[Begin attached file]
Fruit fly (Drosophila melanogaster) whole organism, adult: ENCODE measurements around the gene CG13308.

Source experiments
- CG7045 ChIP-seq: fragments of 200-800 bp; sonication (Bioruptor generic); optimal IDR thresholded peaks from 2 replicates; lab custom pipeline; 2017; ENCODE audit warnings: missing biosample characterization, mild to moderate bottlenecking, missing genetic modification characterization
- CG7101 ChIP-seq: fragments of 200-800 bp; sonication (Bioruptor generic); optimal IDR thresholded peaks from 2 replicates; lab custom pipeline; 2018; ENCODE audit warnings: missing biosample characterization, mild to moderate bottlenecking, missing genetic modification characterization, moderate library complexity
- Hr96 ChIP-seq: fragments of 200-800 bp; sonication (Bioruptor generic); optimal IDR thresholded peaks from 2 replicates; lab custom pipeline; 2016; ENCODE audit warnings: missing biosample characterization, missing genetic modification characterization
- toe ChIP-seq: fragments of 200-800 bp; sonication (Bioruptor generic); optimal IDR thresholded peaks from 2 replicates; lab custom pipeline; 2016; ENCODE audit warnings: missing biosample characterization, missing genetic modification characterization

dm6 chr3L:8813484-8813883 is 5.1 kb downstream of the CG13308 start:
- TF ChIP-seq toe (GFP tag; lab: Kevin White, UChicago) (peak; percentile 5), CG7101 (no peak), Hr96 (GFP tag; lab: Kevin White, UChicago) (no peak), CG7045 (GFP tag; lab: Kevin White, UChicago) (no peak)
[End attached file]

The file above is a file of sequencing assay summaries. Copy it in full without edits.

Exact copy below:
Fruit fly (Drosophila melanogaster) whole organism, adult: ENCODE measurements around the gene CG13308.

Source experiments
- CG7045 ChIP-seq: fragments of 200-800 bp; sonication (Bioruptor generic); optimal IDR thresholded peaks from 2 replicates; lab custom pipeline; 2017; ENCODE audit warnings: missing biosample characterization, mild to moderate bottlenecking, missing genetic modification characterization
- CG7101 ChIP-seq: fragments of 200-800 bp; sonication (Bioruptor generic); optimal IDR thresholded peaks from 2 replicates; lab custom pipeline; 2018; ENCODE audit warnings: missing biosample characterization, mild to moderate bottlenecking, missing genetic modification characterization, moderate library complexity
- Hr96 ChIP-seq: fragments of 200-800 bp; sonication (Bioruptor generic); optimal IDR thresholded peaks from 2 replicates; lab custom pipeline; 2016; ENCODE audit warnings: missing biosample characterization, missing genetic modification characterization
- toe ChIP-seq: fragments of 200-800 bp; sonication (Bioruptor generic); optimal IDR thresholded peaks from 2 replicates; lab custom pipeline; 2016; ENCODE audit warnings: missing biosample characterization, missing genetic modification characterization

dm6 chr3L:8813484-8813883 is 5.1 kb downstream of the CG13308 start:
- TF ChIP-seq toe (GFP tag; lab: Kevin White, UChicago) (peak; percentile 5), CG7101 (no peak), Hr96 (GFP tag; lab: Kevin White, UChicago) (no peak), CG7045 (GFP tag; lab: Kevin White, UChicago) (no peak)